I called the restaurant back thinking they gave me someone else’s pizza, but it turned out the delivery guy just made a mistake with my order.
I ordered the Meat Lovers Deluxe. He just wrote "deluxe." Then the kitchen assumed it was the Tanino’s Special Deluxe. The menu has lists a Vegetable Deluxe. Three pizzas with the word "deluxe" in it and something like this is bound to happen.
Anyway, Tanino’s apologized for the mistake and corrected the error. The good news is that I had another pizza to photograph.
Pizzas come in two sizes, 12 and 14 inches. You have the option of thin crust, hand-tossed or thick crust. The 12-inch cheese pizza starts at $9.50. Additional toppings start at $1.50 each and there is a small up-charge for thick crust starting at $.85.
If you’re wondering about the hot wings, they sat for a bit while I drove back to pick up the right pizza. However, they were still crispy and the heat was created with a spice rub in the breading and a thin layer of sauce. I really liked the wings and would get them again.
More importantly, I enjoyed the pizza and discovered another good story of a man coming to the land of opportunity and now living the American Dream as a successful business owner for over thirty years.
Love Tanino's! One of those places you drive by all the time and never realize it's there. However, I have to call out the fact checking on this one - it's been located on south 76th for much, much longer than 12 years. I've been going here since grade school and sadly that was longer than 12 years ago.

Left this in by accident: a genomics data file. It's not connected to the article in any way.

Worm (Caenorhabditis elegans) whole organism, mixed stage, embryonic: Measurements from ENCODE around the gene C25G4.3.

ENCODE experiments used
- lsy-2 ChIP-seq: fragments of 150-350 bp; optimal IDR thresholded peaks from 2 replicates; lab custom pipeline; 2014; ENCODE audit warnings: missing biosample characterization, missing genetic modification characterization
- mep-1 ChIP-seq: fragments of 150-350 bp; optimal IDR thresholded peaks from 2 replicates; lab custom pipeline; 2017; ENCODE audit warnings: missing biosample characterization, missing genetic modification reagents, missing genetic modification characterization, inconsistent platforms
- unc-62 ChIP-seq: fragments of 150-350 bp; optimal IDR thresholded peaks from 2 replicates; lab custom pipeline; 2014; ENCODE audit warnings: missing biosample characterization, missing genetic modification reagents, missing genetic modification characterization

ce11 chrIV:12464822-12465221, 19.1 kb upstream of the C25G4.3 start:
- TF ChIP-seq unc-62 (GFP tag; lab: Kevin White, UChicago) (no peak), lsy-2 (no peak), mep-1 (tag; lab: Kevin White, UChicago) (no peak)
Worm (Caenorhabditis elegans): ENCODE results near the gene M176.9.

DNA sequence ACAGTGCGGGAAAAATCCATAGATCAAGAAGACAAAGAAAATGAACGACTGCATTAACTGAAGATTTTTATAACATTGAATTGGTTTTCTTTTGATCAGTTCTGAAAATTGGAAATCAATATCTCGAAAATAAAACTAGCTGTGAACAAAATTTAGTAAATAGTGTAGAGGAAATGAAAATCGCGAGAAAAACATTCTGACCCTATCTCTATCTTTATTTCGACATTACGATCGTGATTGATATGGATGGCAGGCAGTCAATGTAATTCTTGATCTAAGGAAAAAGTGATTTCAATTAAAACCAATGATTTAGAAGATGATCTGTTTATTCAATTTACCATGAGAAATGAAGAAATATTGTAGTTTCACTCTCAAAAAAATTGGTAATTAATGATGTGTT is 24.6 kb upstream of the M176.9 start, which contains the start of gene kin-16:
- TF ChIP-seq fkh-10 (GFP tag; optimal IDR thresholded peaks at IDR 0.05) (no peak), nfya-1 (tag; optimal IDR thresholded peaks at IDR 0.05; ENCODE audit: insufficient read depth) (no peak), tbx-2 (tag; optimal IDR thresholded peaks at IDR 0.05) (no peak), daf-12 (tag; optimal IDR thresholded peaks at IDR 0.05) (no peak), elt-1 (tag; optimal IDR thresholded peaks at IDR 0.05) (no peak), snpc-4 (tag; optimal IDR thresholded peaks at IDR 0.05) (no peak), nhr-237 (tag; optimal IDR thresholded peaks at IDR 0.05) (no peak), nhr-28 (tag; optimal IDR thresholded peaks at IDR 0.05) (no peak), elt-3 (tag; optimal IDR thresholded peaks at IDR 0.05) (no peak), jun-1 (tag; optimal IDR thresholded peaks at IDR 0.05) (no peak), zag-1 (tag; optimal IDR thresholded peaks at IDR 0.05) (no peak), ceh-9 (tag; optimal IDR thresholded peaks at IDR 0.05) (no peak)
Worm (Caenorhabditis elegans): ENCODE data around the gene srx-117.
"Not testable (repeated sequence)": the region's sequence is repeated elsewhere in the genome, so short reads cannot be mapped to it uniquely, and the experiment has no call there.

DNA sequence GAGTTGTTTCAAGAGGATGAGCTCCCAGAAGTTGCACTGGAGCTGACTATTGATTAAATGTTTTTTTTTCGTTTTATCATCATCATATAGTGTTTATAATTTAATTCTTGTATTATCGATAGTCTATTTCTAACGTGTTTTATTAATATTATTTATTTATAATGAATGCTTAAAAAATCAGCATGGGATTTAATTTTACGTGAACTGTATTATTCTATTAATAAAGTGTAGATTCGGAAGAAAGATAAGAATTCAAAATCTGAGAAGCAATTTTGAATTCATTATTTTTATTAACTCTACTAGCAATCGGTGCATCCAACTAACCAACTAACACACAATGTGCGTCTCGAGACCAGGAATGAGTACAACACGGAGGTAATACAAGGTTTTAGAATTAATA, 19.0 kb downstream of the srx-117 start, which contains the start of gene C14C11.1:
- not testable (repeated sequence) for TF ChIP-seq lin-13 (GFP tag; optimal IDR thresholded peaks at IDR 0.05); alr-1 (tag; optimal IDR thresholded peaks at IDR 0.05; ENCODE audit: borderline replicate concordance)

1 comment about this article.
Post your comment/review now
Disclaimer: Please note that Facebook comments are posted through Facebook and cannot be approved, edited or declined by OnMilwaukee.com. The opinions expressed in Facebook comments do not necessarily reflect those of OnMilwaukee.com or its staff.
Recent Articles & Blogs by Rick Rodriguez
Published Dec. 3, 2014
Rick's constant search for perfect pizza in Milwaukee took him to Brian's in Oak Creek, where things didn't quite go as planned.
Published Nov. 5, 2014
I am one of the many that participates in fantasy football leagues. One year, a league commissioner ordered pizza from Michaelangelo's, at 8330 W. Puetz Rd in Franklin, for our draft party, and I enjoyed it enough to add it to my list.
Published Oct. 1, 2014
I googled Magellan's upon getting a recommendation and learned it offered the self-proclaimed "best pizza in Waukesha." I haven't had great experiences with Waukesha pizza, so I figured I'd give this place a visit.
Published Sept. 3, 2014
Early last year, there was quite a bit of buzz over the transformation of Palermo Villa into Divino Wine and Dine, 2315 N. Murray Ave., and equal buzz about Dean Cannestra taking over the space after closing his previous venture, Libiamo.
Published Aug. 6, 2014
I started working for my current employer six years ago. A few months after I started, one of my team members invited us all over to his Sussex home for a Packers party. Among the popular party foods were pizzas delivered from a nearby pizzeria. The pizza was good enough - and the name was catchy enough - for me to remember them both all of these years later.
Published July 2, 2014
Rick's quest for the perfect pizza brings him to Capri di Nuovo, the revamped and renovated rendition of a recently closed popular West Allis Italian restaurant.
Published June 4, 2014
Rick's search for the city's finest pizza offerings takes him over to Mario's Italian Grill, a remodeled George Webb's near the airport.
Published May 7, 2014
This month, Rick Rodriguez's endless pursuit for the perfect pizza took him to Crossroads II, home of pizza, subs and ... hot ham and rolls?
Published April 2, 2014
I've been hearing about Tenuta's, 2995 S. Clement Ave., in Bay View from a few friends over the past few years, so I thought I'd finally pay a visit.
Published March 5, 2014
Palermo's updated its cafe at Pizzeria 3301 with a wood-burning oven made in Italy using ashes from Mount Vesuvius and by sending its executive chef to Washington to become a certified pizzaiolo. But does the pizza live up to these lofty measures?